Violin Forum/Message Board Forum Index Violin Forum/Message Board
Provided by Lemuel Violins
 
 FAQFAQ   SearchSearch   MemberlistMemberlist   UsergroupsUsergroups   RegisterRegister 
 ProfileProfile   Log in to check your private messagesLog in to check your private messages   Log inLog in 

Repairing my cheap first cello

 
Post new topic   Reply to topic    Violin Forum/Message Board Forum Index -> Violin Making and Restoration Forum
View previous topic :: View next topic  
Author Message
whatwasithinking
Member


Joined: 26 Jan 2013
Posts: 227
Location: Washington State

PostPosted: Sun Jan 03, 2016 9:31 pm    Post subject: Repairing my cheap first cello Reply with quote

Despite having too many projects on my plate already, I finally decided I wanted to do something with my rather sad old Scott Cao cello, which had a drooping neck, a crack in the top of the back from careless handling by a child (who had a too-trusting dad), and a lot of extra weight.

This instrument was never going to get the attention it needs from an expert, so it's getting me.

The belly weighs about 640g, with bass bar in place. Thicknesses range from about 3.6 near the outside-upper bouts, and mid-lower bouts. The center section reaches 5.8 in some spots, but is mostly between 5 and 5.5. The area with the most consistently thick area is the region on each side of the bass bar. It goes up and down longitudinally from the center about 100mm, and out laterally from the bar to about 20-25mm, and is mostly 5.8mm.

The ribs are mostly 1.5mm, but reach 1.8mm in a couple of spots.

The bassbar was 28.7mm at the middle, and drops to about 16mm at the 1/4 point. That includes the thickness of the belly. And not really a very nice taper to it--kind of like a dromedary. Thickness is okay--about 10.5mm.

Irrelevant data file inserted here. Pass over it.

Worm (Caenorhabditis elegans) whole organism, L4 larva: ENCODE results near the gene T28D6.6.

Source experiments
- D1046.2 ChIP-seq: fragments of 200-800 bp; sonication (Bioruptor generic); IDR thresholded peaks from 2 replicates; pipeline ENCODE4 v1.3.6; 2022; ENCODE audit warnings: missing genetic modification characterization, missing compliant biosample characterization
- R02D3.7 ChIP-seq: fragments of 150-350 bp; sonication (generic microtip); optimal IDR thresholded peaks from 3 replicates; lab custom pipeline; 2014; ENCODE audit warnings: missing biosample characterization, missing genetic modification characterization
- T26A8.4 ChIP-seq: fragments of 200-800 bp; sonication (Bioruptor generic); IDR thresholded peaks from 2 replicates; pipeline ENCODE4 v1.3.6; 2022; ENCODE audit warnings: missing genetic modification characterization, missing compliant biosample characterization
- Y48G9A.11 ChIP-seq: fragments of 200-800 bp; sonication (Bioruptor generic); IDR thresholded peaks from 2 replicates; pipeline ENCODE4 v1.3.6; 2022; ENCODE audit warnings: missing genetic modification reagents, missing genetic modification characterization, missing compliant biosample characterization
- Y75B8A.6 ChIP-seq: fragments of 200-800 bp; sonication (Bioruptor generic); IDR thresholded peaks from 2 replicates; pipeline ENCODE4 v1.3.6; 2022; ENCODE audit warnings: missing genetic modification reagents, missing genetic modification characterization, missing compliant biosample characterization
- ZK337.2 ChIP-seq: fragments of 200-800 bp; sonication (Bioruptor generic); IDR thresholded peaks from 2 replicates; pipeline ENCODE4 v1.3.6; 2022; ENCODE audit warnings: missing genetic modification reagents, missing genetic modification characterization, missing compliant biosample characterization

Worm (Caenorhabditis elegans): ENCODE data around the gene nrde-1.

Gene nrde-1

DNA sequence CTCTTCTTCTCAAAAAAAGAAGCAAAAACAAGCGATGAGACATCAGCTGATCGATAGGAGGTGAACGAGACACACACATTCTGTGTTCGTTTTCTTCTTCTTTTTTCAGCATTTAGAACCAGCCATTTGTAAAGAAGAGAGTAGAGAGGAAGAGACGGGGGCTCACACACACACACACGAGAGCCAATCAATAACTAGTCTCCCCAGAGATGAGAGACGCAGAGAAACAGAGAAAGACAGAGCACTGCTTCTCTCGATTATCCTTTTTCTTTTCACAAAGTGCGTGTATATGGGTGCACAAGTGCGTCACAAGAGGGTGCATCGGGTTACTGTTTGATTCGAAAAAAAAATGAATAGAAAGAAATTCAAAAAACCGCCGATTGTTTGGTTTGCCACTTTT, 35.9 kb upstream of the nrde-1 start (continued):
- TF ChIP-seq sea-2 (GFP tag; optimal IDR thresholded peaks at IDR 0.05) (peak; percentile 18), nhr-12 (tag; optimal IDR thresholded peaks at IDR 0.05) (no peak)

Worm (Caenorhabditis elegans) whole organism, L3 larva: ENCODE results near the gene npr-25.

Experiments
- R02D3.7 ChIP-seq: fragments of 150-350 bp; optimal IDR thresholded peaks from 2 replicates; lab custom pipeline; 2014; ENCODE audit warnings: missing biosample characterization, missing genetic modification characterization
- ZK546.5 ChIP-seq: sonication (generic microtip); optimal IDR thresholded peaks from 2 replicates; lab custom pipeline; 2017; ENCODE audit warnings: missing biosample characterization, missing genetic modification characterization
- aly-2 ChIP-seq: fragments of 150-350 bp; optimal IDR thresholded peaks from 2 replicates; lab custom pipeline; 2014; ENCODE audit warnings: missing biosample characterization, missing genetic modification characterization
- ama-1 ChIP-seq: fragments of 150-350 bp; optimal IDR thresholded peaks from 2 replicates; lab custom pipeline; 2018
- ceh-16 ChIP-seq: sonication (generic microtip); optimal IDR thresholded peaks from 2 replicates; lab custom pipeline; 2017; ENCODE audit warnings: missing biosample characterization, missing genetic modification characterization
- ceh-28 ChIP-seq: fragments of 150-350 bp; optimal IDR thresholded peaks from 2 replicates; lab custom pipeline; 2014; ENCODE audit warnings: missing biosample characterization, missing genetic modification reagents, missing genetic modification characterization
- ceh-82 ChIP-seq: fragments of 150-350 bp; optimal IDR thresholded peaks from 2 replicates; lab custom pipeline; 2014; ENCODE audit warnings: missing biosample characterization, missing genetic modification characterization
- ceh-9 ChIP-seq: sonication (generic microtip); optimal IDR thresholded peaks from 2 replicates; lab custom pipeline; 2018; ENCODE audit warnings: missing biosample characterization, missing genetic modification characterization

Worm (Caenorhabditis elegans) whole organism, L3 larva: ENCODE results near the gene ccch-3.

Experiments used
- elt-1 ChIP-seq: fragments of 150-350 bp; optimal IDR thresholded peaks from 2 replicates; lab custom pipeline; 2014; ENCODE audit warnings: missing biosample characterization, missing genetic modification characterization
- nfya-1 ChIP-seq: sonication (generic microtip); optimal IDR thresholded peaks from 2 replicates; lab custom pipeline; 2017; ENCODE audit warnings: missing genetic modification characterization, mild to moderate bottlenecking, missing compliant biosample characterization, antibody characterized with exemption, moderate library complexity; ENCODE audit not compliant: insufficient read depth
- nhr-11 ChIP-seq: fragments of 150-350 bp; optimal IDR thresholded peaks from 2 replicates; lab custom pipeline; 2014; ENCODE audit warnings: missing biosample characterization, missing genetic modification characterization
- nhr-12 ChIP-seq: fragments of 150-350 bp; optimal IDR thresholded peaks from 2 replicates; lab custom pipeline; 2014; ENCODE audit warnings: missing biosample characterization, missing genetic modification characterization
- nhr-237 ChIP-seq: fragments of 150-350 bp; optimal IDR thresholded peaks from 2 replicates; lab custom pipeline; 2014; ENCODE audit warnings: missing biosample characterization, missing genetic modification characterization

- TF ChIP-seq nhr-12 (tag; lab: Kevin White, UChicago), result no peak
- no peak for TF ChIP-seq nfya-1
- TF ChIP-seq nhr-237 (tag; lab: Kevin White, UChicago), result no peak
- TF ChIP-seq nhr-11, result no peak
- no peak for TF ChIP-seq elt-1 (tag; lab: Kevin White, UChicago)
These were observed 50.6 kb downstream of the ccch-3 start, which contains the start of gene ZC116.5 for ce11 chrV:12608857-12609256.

Looking at the varnish that was dribbled into the inside around the f holes, it seems thick--and maybe heavy. How much weight could this represent?

I don't know much about tap tones on instruments, but there sure isn't much of a ring to the wood, no matter where I tap it, except for the presence of a very low frequency vibration. Just guessing, it feels like well below 60Hz.

Suggestions, please!

Leave the graduations mostly as is? Take off the high spots, where they are close to 6mm, but leave the rest alone? Try to thin down the varnish, to remove weight? Strip it off, put a proper ground on, and refinish?

I haven't tried mode testing, or any of that sort of stuff, but have tools around, if that's worth pursuing. I hadn't planned on any of that.

I've been accused of being foolish and/or stupid before, and that's never stopped me. Hoping to have something that's playable, in the end.

Thanks!

Bob
Back to top
View user's profile Send private message
whatwasithinking
Member


Joined: 26 Jan 2013
Posts: 227
Location: Washington State

PostPosted: Mon Jan 04, 2016 3:03 pm    Post subject: Reply with quote

I know some folks here have worked on sad Chinese cellos. I welcome any suggestions.
Back to top
View user's profile Send private message
L P Reedy
Super Member


Joined: 02 Apr 2009
Posts: 271
Location: Brevard, NC

PostPosted: Mon Jan 04, 2016 6:46 pm    Post subject: Reply with quote

I don't make cellos nor work on many of them, but that hasn't stopped me from commenting. I think that 3.5 to 4 mm all over is a more normal belly thickness (Chet knows), so some careful thinning might be in order. I wouldn't worry about whether it rings when tapped. It isn't a bell, it's an amplifier. One of my better fiddles just made a dull thud when the belly was tapped.
Back to top
View user's profile Send private message
whatwasithinking
Member


Joined: 26 Jan 2013
Posts: 227
Location: Washington State

PostPosted: Mon Jan 04, 2016 7:40 pm    Post subject: Reply with quote

Yes, it seems a bit thick. Somewhere I saw some numbers Michael posted, and 5mm was the max, IIRC. This might not be the best wood, either, so I'm sure that is a consideration.